:OUTPUT ACCEPT [95611:60597757]
:POSTROUTING ACCEPT [95614:60597909]
-A POSTROUTING -o virbr0 -p udp -m udp --dport 68 -j CHECKSUM --checksum-fill
COMMIT
# Completed on Tue May 26 09:35:55 2020
# Generated by iptables-save v1.4.7 on Tue May 26 09:35:55 2020
*nat
:PREROUTING ACCEPT [6:369]
:POSTROUTING ACCEPT [34:2448]
:OUTPUT ACCEPT [34:2448]
-A POSTROUTING -s 192.168.122.0/24 ! -d 192.168.122.0/24 -p tcp -j MASQUERADE --to-ports 1024-65535
-A POSTROUTING -s 192.168.122.0/24 ! -d 192.168.122.0/24 -p udp -j MASQUERADE --to-ports 1024-65535
-A POSTROUTING -s 192.168.122.0/24 ! -d 192.168.122.0/24 -j MASQUERADE
COMMIT
# Completed on Tue May 26 09:35:55 2020
==================================================================================================================

Whichever rules can be eliminated safely, without brining down my connection, I'd like to know.

My new problem is that while my Windows 2012r2 machine is running fine and I can RDP into it from my workstation via vpn, I have been stymied while trying to install a Windowsd 2016 VM using either virt-install, virsh or the Virtual Machine Manager in VNC. I get to the Windows Icon and it hangs permanently. I've tried modifying the configuration, adding the virtio drivers, even just doing a plain vanilla interactive install with the GUI, but nada.

I do recall that ESXi version 4.1 needed to be upgraded to at least 5.0 to support Windows 2016. Does CentOS 6 have the same issue? Is this just a matter of upgrading to CentOS 7 or 8, or is there a way to get a Windows 2016 VM created on 6.10? I only ask because my customer is insisting that they cannot upgrade to 7 or higher yet, so I'm stuck with 6 for now.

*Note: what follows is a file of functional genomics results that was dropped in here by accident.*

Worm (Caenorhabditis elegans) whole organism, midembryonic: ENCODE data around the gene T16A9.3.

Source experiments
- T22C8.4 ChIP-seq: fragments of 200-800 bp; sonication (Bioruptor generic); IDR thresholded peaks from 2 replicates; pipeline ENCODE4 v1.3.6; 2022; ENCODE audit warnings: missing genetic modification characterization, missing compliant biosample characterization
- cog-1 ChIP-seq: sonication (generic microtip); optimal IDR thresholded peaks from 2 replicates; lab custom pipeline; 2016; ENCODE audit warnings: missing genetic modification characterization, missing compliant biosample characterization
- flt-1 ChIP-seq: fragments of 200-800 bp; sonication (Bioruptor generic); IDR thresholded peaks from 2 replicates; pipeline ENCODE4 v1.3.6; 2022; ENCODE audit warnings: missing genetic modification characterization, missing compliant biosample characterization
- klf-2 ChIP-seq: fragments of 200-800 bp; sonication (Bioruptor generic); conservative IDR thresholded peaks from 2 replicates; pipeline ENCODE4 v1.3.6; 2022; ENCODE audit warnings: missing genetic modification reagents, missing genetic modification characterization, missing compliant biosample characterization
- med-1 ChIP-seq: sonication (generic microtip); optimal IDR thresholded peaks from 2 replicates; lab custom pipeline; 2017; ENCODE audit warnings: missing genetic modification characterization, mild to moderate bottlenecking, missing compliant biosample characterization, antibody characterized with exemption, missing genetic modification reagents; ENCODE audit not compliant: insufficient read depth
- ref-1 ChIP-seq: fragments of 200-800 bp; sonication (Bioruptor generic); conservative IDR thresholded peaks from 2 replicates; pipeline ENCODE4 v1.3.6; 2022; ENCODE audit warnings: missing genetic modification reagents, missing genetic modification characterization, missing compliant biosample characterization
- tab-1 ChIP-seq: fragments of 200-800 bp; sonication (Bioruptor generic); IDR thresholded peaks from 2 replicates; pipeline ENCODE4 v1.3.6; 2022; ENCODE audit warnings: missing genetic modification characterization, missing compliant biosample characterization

Thanks, as always!

User avatar
jlehtone
Posts: 3180
Joined: 2007/12/11 08:17:33
Location: Finland

Re: KVM Guests and Remote Desktop Connection

Post by jlehtone » 2020/05/29 11:04:10

ASTONE wrote:
2020/05/29 03:51:31
if screw it up, then it's 70 mile drive to the office to roll back the changes at the server, and I'd like to avoid that, if possible.
I know that feeling. Not so many miles, but covid-19 has locked doors.

INPUT, OUTPUT and nat rules do affect access to the host server. FORWARD does not.
FORWARD does not affect connecting from host to VM either.
ASTONE wrote:
2020/05/29 03:51:31
As of now, everything, for what it's worth is up and running. My iptables printout is:
As said, that file is loaded by iptables service during boot.
The libvirtd service starts after the iptables service. It probably adds rules.
To check for that:

Code: Select all

iptables -S FORWARD
iptables -t nat -S POSTROUTING
Luckily, having same rules twice is not a terrible error.

I would try the hook script from https://wiki.libvirt.org/page/Networkin ... onnections

User avatar
TrevorH
Forum Moderator
Posts: 29938
Joined: 2009/09/24 10:40:56
Location: Brighton, UK

Re: KVM Guests and Remote Desktop Connection

Post by TrevorH » 2020/05/29 12:05:00

if screw it up, then it's 70 mile drive to the office to roll back the changes at the server, and I'd like to avoid that, if possible.
You can set up things like a cron to reboot the machine in 10 minutes time, amend the rules and if you get locked out, wait for 11 minutes and it should come back up with the original rules and let you back in. If it works then delete the crontab entry...
CentOS 6 will die in November 2020 - migrate sooner rather than later!
Info for USB installs on http://wiki.centos.org/HowTos/InstallFromUSBkey
CentOS 5 is dead, do not use it.
Full time Geek, part time moderator. Use the FAQ Luke

Post Reply

Return to “CentOS 6 - General Support”